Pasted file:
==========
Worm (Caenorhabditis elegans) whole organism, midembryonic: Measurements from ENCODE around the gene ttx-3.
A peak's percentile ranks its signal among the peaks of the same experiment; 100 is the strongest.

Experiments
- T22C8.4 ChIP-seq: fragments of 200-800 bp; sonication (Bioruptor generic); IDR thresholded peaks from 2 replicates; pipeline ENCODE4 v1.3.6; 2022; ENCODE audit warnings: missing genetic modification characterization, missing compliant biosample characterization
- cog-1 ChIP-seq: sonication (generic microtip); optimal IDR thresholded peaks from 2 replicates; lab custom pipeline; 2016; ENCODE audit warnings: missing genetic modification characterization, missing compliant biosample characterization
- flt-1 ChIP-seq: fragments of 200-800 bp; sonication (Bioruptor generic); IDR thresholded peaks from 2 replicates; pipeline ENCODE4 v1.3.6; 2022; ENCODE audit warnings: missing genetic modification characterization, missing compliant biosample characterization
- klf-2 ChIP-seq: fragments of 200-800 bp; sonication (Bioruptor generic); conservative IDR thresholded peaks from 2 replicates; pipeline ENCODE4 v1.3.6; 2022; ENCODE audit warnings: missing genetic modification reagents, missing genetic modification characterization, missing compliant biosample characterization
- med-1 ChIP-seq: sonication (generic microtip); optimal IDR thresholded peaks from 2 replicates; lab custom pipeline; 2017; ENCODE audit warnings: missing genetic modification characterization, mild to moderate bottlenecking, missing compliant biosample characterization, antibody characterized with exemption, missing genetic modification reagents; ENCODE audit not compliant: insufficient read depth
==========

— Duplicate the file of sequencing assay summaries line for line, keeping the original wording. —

Worm (Caenorhabditis elegans) whole organism, midembryonic: Measurements from ENCODE around the gene ttx-3.
A peak's percentile ranks its signal among the peaks of the same experiment; 100 is the strongest.

Experiments
- T22C8.4 ChIP-seq: fragments of 200-800 bp; sonication (Bioruptor generic); IDR thresholded peaks from 2 replicates; pipeline ENCODE4 v1.3.6; 2022; ENCODE audit warnings: missing genetic modification characterization, missing compliant biosample characterization
- cog-1 ChIP-seq: sonication (generic microtip); optimal IDR thresholded peaks from 2 replicates; lab custom pipeline; 2016; ENCODE audit warnings: missing genetic modification characterization, missing compliant biosample characterization
- flt-1 ChIP-seq: fragments of 200-800 bp; sonication (Bioruptor generic); IDR thresholded peaks from 2 replicates; pipeline ENCODE4 v1.3.6; 2022; ENCODE audit warnings: missing genetic modification characterization, missing compliant biosample characterization
- klf-2 ChIP-seq: fragments of 200-800 bp; sonication (Bioruptor generic); conservative IDR thresholded peaks from 2 replicates; pipeline ENCODE4 v1.3.6; 2022; ENCODE audit warnings: missing genetic modification reagents, missing genetic modification characterization, missing compliant biosample characterization
- med-1 ChIP-seq: sonication (generic microtip); optimal IDR thresholded peaks from 2 replicates; lab custom pipeline; 2017; ENCODE audit warnings: missing genetic modification characterization, mild to moderate bottlenecking, missing compliant biosample characterization, antibody characterized with exemption, missing genetic modification reagents; ENCODE audit not compliant: insufficient read depth